Simmer fifteen minutes, then add the pasta.  Cook until pasta is soft, take off heat, and stir in the torn kale.  Taste for seasoning and serve with bread and curls of parmesan cheese, if you want. (which I definitely wanted!)

Have a wonderful day!








Tuesday, September 30, 2014

Great Northern bean soup with kale, tomatoes, oregano and cumin

While Sunday was what we call "that holy moment" - that day when the temperature is still warm, but the leaves are turning bright orange in the sunshine - Monday was chilly and damp, and that brilliant light was gone.  No matter, it was a perfect day for this hearty soup.  

In the past, I've made this with lentils, but that bag of Great Northern beans (similar to cannellini beans, but larger) was too enticing to ignore.  Instead of soaking the beans overnight, I put them in a pot covered with water, bring just to a simmer, then take off the heat to soak several hours.  Then I drain the beans, rinse cold water over them, and put them back in the pot to proceed with the recipe.  They do seem to keep their shape well using this method, instead of turning mushy too quickly.  I also avoid adding salt to the beans until they're cooked, which can toughen the beans.








Prepare 2 cups dry Great Northern beans as above.  Place the plumped beans in a stockpot and cover with half water, half chicken or vegetable stock.

Add to the plumped beans:

1 teaspoon dried or fresh oregano
1 teaspoon dried basil
1 teaspoon dried thyme
1 teaspoon cumin
pinch hot pepper flakes
1 medium onion, chopped
3 tablespoons olive oil
1 tablespoon unsalted butter 
1 1/2 cups canned plum tomatoes, cut up, with the juices
1 clove garlic, minced


5-6 cups torn kale greens, no stems.  The kale is added just before serving, so set aside.

Simmer the herbs, onion, olive oil/butter, garlic, beans and tomatoes until the beans are soft, adding more water or stock if needed to keep the beans covered.

Taste the soup for seasonings and add kosher salt to taste.

Just before serving, turn off the heat and stir in the torn kale. Cover the pot for a few minutes, then serve the soup in big bowls, with a nice crusty bread and some sweet butter.

Enjoy these beautiful days!















Wednesday, September 24, 2014

last of the green beans with dijon vinaigrette





Yesterday I cleaned up my sad little plot of a garden  - it was a cool, damp summer, and the only vegetable to thrive was the little row of green beans.  Of course.  I had 8 different kinds of tomato plants and got perhaps two handfuls of cherry tomatoes  - the rest withered away.  

To be honest, I'm not that crazy about green beans, so I ignored the bushy corner of the garden until it came time yesterday to pull out the plants.  I dutifully picked the big beans, which were still firm, and brought them in to the kitchen counter, where they sat for several hours, until I suddenly remembered the dijon vinaigrette I used to make years ago, often on top of sliced potatoes or cooked greens.  I found the recipe in the first Silver Palate cookbook,, exactly the same recipe I used.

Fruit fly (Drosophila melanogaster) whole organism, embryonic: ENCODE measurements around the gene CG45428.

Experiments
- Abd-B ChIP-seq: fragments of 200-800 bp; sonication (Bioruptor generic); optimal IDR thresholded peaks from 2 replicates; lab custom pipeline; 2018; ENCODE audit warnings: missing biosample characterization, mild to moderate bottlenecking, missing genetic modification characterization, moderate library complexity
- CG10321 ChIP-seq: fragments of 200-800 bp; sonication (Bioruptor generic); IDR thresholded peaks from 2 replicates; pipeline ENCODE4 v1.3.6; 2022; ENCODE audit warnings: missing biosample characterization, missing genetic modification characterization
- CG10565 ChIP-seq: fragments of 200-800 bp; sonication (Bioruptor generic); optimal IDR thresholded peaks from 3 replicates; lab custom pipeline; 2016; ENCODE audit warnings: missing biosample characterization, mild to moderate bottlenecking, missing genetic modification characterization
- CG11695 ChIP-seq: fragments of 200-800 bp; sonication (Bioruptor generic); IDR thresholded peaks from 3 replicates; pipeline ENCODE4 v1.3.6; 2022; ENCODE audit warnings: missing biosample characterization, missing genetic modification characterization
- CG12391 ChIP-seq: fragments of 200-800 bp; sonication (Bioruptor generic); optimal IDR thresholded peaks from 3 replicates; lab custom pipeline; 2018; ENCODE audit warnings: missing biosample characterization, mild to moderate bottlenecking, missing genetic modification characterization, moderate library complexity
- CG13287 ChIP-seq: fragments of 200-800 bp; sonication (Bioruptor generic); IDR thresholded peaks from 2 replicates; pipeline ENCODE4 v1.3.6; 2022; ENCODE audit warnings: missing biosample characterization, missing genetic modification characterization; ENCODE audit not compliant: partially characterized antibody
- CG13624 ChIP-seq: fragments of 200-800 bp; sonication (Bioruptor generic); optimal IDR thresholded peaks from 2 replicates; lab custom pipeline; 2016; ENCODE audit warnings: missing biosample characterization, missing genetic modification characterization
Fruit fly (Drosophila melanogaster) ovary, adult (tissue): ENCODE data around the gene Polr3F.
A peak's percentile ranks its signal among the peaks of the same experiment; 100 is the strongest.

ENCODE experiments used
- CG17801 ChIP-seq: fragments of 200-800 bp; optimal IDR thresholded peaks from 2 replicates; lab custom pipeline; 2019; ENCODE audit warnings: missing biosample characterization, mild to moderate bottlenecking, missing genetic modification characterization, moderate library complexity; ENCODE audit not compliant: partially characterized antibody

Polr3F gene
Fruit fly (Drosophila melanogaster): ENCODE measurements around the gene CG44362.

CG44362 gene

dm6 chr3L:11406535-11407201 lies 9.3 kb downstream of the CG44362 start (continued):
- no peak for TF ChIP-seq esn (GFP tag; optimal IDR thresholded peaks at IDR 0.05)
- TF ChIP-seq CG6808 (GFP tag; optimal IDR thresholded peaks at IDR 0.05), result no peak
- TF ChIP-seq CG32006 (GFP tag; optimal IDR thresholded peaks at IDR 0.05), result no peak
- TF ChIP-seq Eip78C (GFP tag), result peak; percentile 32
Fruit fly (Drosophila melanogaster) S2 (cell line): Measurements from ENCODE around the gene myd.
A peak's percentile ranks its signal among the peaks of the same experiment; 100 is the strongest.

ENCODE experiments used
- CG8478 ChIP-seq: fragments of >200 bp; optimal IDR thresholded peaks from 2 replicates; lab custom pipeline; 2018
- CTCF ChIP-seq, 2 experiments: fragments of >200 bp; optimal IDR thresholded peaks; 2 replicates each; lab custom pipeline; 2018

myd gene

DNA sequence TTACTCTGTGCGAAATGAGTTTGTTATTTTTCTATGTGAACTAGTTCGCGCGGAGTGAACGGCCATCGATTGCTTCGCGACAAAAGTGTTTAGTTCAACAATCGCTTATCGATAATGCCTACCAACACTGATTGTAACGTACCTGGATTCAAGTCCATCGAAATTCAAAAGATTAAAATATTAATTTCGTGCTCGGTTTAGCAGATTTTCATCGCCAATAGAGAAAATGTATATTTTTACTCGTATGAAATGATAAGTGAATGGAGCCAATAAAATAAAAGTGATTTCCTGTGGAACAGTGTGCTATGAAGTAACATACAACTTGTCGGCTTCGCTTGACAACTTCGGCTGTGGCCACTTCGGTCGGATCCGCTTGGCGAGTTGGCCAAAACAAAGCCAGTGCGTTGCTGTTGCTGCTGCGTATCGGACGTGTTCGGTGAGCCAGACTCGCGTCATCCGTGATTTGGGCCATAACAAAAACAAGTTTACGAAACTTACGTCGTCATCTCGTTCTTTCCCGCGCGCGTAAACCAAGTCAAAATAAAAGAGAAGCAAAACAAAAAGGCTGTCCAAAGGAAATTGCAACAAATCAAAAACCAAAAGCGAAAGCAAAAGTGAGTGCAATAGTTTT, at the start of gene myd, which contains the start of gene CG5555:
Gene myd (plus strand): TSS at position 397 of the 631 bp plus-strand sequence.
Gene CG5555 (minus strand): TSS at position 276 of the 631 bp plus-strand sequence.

What I discovered this morning when I made this dish, is that I don't like those slender, spidery green beans we served in the restaurant - you know, the French ones.  I love the hefty mature green beans, though, and the vinaigrette was perfect .  Just make sure the beans are very firm.

Green Beans with dijon vinaigrette:

Make the vinaigrette:

1 tablespoon Dijon mustard
4 tablespoons red wine vinegar
1 teaspoon sugar ( I used a little less)
1/2 teaspoon kosher salt
a few grindings of fresh pepper
1 tablespoon minced Italian parsley (or chives, if you have them)
1/2 cup good olive oil

Place the mustard in a bowl and whisk.  Add the vinegar, sugar, salt, pepper, and parsley and whisk.
Continue to whisk while slowly dribbling in the olive oil until it thickens.  Taste for seasonings and set aside.

Rinse the green beans and drain - I had about three big handfuls of beans.  Trim off the tops of the beans, but you can leave the tails.  I had two piles of beans:  one whole and the other pile sliced in half.

Bring a pot of water to a slow boil, throw in half the beans and cook 4 minutes, scoop up and quickly run cold water over them, then set aside.  Repeat with the rest of the beans, making sure you're not crowding the pan.  Again, rinse with cold water and drain.

You can put all the beans in a serving dish, but I did individual platings.  Drizzle a tablespoon of the vinaigrette on the plate or bowl, add a handful of cooked beans, then add a tiny bit more vinaigrette on top of the beans.   Delicious!

How did YOUR garden grow this summer?


Tuesday, September 23, 2014

little appetizers with crunchy vegetables, fresh herbs, and homemade boursin



The other day I made a few trays of appetizers for a meeting, nothing complicated.  Thinly sliced fresh and crunchy radishes and mild yellow peppers, just- ripe tomatoes, fresh snippings of Italian parsley and dill, oregano, and basil from the garden, gently placed on top of homemade bread and a layer of homemade boursin herb cheese.  Sometimes simple is best!







Tuesday, September 16, 2014

buttery cabbage slices






When I made supper one night for the grandchildren last winter, I was telling them about some bloggers calling these "cabbage steaks" and how ridiculous it sounded - to me a steak is a steak, right?  Wrong.  The kids and Anni were thrilled with that name, and kept asking for another "cabbage steak".  

I was just happy they loved these gently simmered cabbage slices, topped with a simple olive oil and melted butter sauce.  Quickly cooked green cabbage is sweet and fresh, but overcook it and it either dissolves or scents the air with a somewhat pungent aroma.

Directions:

Choose a very firm, fresh green cabbage, not too big.
If the outside leaves are ragged or yellowing, just remove them.
Using a large knife, cut the cabbage across into 3/4 inch circles.

In a large stainless steel skillet, heat an inch, inch and a half of water, just until it simmers.  Add a tablespoon of olive oil and a tablespoon of butter to the water, then use a spatula to move the slices into the skillet.

Sprinkle the cabbage slices with a little thyme and salt, cover, and cook until the cabbage is just tender when pierced with a fork - about 10 to 12 minutes.

Gently remove the cabbage to plates or a platter.  There are usually stray ribbons of cabbage that come apart from the slices - just put them into a serving dish and top with a little more butter/olive oil and thyme and toss.  Continue with the rest of the cabbage slices, adding more water if necessary.

Serve with a little extra melted butter/olive oil if desired (the kids actually were fine without any extra - but I love mine buttery:)





Chilly and damp here in New Hampshire - and everyone I talk to admits to turning on the heat for at least a half hour:)    Hope you all have a lovely week!